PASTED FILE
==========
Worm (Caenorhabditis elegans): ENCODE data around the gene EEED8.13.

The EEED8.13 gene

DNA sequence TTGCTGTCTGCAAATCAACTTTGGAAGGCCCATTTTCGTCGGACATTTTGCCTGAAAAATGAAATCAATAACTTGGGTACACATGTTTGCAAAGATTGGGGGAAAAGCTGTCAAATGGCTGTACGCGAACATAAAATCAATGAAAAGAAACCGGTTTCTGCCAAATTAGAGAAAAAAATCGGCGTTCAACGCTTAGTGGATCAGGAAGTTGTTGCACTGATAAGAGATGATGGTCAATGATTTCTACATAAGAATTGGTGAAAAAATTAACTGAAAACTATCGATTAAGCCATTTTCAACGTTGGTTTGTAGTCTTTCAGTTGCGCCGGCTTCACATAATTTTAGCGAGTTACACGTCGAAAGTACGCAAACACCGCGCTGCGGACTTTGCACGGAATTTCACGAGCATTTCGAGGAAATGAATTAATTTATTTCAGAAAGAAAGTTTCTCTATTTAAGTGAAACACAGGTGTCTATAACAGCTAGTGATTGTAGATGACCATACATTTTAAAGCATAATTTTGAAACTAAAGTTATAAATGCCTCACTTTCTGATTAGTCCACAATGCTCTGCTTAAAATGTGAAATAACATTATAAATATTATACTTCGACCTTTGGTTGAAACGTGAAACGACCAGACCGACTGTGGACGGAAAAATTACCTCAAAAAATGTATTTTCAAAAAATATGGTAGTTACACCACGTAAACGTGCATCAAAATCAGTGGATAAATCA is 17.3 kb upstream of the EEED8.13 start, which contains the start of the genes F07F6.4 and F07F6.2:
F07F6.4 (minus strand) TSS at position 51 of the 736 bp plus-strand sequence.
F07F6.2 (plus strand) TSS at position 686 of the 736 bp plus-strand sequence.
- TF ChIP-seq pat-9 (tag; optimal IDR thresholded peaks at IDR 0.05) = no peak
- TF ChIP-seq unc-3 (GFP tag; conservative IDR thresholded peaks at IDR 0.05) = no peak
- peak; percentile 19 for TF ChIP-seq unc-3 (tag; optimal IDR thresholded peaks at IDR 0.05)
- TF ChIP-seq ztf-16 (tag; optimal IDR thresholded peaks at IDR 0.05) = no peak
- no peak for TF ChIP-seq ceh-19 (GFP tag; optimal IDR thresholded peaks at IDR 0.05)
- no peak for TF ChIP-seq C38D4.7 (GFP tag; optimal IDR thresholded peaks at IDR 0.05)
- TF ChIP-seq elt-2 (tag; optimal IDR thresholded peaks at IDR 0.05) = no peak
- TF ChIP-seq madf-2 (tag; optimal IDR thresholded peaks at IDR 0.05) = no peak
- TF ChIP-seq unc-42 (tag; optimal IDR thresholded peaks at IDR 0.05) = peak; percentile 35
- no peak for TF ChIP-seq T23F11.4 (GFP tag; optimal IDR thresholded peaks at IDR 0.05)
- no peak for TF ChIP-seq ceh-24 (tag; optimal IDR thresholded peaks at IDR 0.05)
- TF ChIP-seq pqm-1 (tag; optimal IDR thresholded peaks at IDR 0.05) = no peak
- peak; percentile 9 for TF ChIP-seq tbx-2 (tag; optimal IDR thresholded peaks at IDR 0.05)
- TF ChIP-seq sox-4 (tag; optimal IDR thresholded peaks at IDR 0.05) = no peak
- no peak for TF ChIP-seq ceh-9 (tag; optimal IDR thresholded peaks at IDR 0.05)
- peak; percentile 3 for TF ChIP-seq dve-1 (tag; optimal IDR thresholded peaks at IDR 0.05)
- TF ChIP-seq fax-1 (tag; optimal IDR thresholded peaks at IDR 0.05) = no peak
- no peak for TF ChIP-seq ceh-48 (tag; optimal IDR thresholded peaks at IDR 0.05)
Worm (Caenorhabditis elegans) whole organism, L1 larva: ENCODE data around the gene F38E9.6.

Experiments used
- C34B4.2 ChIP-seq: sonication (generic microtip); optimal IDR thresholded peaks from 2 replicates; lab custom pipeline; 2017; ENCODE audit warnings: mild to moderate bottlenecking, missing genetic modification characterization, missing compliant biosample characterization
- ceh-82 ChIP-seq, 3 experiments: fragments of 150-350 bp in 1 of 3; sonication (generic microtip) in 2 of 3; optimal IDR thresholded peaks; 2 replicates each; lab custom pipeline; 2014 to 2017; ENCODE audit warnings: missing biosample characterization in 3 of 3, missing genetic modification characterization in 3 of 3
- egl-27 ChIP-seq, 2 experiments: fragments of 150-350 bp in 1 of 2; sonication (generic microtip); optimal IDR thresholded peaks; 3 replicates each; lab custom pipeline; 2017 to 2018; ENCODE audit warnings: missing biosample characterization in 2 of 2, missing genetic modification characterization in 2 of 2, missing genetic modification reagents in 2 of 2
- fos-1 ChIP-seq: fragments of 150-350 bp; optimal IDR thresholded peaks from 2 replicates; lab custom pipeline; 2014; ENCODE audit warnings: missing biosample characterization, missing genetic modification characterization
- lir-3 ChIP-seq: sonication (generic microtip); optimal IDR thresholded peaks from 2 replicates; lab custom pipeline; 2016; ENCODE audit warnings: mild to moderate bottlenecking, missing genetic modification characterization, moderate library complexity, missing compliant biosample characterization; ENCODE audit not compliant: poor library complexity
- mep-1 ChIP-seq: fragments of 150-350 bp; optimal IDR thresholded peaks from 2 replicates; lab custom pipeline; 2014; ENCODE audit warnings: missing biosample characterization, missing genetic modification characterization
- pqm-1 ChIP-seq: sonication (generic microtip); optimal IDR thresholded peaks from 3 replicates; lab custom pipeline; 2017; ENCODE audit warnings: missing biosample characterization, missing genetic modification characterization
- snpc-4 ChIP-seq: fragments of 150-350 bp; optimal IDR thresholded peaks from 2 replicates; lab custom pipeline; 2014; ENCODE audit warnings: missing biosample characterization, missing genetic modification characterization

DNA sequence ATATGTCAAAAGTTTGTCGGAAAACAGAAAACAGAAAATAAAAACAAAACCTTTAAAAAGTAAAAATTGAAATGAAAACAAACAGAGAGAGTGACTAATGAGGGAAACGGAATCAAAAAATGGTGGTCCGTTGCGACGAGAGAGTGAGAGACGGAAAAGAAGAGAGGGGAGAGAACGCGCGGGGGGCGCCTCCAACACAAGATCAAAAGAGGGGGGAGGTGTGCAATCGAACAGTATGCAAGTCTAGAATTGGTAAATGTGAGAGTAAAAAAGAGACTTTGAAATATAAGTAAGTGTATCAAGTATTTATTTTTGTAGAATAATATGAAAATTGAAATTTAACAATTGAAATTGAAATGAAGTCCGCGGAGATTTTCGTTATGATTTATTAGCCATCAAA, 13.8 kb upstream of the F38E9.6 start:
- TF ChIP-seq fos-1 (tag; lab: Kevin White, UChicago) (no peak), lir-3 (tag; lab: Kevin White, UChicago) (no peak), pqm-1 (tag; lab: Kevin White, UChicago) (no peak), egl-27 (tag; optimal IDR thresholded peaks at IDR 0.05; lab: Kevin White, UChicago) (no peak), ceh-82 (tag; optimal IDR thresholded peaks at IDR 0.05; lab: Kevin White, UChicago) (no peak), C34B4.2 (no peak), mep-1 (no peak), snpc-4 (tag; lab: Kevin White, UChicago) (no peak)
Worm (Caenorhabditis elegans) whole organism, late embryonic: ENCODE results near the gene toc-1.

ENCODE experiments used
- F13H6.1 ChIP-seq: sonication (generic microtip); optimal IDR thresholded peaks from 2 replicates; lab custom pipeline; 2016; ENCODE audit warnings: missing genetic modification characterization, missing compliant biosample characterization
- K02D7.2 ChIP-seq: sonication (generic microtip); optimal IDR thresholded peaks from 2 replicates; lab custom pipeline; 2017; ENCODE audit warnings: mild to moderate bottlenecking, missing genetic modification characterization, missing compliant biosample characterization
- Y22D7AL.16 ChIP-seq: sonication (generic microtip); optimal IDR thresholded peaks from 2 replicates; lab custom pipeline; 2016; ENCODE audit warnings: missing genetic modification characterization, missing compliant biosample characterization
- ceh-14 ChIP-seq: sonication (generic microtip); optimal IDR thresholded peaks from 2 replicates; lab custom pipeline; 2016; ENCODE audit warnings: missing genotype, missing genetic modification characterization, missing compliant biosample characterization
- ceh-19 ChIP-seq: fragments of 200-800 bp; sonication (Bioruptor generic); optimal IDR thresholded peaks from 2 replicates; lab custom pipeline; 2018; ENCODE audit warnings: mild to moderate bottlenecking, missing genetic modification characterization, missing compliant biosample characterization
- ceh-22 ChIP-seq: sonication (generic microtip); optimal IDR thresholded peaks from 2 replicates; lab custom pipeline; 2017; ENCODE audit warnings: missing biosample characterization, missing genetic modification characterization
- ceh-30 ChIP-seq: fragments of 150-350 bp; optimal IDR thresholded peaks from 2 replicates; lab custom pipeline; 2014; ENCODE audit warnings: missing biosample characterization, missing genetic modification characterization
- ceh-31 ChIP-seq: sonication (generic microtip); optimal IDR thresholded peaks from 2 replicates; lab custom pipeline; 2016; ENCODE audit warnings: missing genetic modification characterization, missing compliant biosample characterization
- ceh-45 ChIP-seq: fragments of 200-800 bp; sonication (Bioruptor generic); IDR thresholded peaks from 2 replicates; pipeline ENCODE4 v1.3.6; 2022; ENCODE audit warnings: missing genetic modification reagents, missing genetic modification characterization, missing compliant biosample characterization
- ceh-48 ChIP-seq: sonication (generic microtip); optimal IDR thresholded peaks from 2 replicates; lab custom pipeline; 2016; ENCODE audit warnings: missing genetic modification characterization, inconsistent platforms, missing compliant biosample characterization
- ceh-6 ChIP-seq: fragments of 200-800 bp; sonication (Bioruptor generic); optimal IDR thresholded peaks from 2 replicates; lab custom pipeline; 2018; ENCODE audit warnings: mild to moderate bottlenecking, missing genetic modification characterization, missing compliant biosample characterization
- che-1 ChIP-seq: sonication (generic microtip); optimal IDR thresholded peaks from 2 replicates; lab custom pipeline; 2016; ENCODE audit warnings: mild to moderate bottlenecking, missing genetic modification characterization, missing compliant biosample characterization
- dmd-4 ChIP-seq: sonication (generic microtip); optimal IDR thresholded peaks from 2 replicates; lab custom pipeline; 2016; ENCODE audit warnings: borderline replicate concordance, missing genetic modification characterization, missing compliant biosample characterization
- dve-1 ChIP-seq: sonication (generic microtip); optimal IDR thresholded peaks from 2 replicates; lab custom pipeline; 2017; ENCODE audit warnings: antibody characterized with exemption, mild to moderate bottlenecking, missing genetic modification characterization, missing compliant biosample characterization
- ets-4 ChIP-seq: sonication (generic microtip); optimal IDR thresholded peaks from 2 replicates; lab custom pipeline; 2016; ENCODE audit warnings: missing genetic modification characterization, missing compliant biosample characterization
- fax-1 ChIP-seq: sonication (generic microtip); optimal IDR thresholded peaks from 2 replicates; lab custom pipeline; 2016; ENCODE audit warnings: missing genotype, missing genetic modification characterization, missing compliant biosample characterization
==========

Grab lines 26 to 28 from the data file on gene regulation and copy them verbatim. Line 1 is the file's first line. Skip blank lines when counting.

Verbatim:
- C34B4.2 ChIP-seq: sonication (generic microtip); optimal IDR thresholded peaks from 2 replicates; lab custom pipeline; 2017; ENCODE audit warnings: mild to moderate bottlenecking, missing genetic modification characterization, missing compliant biosample characterization
- ceh-82 ChIP-seq, 3 experiments: fragments of 150-350 bp in 1 of 3; sonication (generic microtip) in 2 of 3; optimal IDR thresholded peaks; 2 replicates each; lab custom pipeline; 2014 to 2017; ENCODE audit warnings: missing biosample characterization in 3 of 3, missing genetic modification characterization in 3 of 3
- egl-27 ChIP-seq, 2 experiments: fragments of 150-350 bp in 1 of 2; sonication (generic microtip); optimal IDR thresholded peaks; 3 replicates each; lab custom pipeline; 2017 to 2018; ENCODE audit warnings: missing biosample characterization in 2 of 2, missing genetic modification characterization in 2 of 2, missing genetic modification reagents in 2 of 2